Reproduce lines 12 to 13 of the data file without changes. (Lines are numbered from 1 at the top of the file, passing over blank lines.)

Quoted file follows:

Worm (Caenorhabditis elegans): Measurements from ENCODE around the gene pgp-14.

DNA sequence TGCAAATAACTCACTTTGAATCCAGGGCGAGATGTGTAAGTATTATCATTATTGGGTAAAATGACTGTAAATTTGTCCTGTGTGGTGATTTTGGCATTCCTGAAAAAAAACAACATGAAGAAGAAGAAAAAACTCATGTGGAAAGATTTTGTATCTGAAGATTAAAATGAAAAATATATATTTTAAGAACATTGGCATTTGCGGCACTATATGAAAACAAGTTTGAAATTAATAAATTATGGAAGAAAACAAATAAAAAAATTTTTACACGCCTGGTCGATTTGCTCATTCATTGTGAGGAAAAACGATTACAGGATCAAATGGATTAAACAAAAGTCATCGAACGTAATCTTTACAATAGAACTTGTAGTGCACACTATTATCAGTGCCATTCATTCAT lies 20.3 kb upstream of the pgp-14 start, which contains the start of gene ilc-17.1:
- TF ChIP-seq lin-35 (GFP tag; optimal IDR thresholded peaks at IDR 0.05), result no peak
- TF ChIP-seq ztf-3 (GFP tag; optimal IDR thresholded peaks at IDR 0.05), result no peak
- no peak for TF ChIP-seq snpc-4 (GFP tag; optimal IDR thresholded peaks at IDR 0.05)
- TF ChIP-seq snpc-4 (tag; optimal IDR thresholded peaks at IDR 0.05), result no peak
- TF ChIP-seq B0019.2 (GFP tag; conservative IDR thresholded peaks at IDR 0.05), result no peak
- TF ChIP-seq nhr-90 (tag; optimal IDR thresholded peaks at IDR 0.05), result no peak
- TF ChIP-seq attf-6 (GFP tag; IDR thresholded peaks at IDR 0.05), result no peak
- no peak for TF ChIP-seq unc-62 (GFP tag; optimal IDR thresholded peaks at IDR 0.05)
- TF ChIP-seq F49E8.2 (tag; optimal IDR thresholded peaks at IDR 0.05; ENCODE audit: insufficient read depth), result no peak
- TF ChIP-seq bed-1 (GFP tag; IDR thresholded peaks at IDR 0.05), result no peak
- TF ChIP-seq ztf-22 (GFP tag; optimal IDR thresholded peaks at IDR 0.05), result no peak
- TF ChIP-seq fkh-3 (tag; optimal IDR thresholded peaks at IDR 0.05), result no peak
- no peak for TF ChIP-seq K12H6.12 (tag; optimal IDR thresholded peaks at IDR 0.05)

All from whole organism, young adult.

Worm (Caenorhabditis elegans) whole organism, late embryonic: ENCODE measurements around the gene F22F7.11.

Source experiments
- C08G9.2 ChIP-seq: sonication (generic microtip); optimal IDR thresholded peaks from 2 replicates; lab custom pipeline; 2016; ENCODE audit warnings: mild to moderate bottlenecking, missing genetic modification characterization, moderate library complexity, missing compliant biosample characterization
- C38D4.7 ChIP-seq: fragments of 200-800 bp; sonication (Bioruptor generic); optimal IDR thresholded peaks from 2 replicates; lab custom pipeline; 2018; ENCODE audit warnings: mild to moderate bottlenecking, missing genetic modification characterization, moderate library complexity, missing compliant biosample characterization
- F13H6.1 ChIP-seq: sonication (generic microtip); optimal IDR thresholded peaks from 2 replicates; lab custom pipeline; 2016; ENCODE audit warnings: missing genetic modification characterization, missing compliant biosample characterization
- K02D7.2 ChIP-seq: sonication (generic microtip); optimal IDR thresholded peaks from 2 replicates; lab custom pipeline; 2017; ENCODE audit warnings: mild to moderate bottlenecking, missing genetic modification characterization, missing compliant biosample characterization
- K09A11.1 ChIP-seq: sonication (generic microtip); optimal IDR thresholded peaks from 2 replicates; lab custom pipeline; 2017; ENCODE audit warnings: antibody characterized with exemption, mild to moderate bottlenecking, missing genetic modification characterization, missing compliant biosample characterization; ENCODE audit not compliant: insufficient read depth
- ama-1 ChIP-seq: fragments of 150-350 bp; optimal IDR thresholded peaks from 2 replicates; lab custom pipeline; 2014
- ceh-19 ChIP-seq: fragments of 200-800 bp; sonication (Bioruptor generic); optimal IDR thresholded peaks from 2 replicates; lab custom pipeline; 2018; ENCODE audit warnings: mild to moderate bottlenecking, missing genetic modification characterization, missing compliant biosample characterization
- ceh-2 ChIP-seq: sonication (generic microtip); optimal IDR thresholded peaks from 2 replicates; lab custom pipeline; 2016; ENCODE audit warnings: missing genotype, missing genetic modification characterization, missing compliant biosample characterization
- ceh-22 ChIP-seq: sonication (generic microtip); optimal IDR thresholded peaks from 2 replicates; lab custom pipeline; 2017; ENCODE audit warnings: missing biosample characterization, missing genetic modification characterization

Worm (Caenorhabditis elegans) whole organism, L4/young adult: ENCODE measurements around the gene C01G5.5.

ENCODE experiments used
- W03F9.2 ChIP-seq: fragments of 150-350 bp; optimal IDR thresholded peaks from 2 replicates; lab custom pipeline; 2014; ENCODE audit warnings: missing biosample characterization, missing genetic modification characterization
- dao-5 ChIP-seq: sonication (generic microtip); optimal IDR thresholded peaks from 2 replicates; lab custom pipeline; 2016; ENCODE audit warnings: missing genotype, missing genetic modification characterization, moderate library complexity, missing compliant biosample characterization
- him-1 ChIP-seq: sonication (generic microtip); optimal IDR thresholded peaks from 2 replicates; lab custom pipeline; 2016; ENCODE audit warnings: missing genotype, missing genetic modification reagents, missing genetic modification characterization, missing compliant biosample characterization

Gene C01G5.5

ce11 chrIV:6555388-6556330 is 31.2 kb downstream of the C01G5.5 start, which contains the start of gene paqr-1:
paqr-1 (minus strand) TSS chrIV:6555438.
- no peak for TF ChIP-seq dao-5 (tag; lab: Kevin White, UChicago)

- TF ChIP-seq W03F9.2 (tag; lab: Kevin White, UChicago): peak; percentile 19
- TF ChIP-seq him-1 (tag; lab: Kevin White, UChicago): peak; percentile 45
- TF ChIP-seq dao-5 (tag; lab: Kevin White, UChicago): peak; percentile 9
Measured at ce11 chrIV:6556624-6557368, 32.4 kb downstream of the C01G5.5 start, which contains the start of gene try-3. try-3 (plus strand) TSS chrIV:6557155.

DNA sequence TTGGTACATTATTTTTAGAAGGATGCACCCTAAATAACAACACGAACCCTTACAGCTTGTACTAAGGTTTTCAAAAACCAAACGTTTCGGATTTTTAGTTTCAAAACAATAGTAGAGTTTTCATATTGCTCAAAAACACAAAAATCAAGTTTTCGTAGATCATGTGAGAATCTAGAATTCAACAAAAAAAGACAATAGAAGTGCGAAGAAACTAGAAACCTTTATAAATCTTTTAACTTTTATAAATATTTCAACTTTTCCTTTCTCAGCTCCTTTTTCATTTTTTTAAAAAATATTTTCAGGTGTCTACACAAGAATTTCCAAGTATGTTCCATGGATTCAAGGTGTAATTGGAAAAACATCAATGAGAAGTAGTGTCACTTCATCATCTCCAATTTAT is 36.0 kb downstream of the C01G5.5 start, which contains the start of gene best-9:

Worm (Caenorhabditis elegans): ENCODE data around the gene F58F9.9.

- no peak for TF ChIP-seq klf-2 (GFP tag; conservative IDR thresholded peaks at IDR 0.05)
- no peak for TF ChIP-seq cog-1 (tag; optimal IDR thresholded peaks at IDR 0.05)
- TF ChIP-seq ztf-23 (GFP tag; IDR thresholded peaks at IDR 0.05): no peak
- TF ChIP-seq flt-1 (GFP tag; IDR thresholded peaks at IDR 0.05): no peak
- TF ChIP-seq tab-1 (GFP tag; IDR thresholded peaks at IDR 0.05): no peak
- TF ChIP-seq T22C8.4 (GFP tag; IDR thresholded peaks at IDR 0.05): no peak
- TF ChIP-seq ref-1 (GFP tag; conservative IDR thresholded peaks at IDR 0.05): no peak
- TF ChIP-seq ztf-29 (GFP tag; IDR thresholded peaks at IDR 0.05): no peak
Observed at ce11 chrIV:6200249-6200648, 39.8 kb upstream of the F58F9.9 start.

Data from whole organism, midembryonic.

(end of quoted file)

- TF ChIP-seq bed-1 (GFP tag; IDR thresholded peaks at IDR 0.05), result no peak
- TF ChIP-seq ztf-22 (GFP tag; optimal IDR thresholded peaks at IDR 0.05), result no peak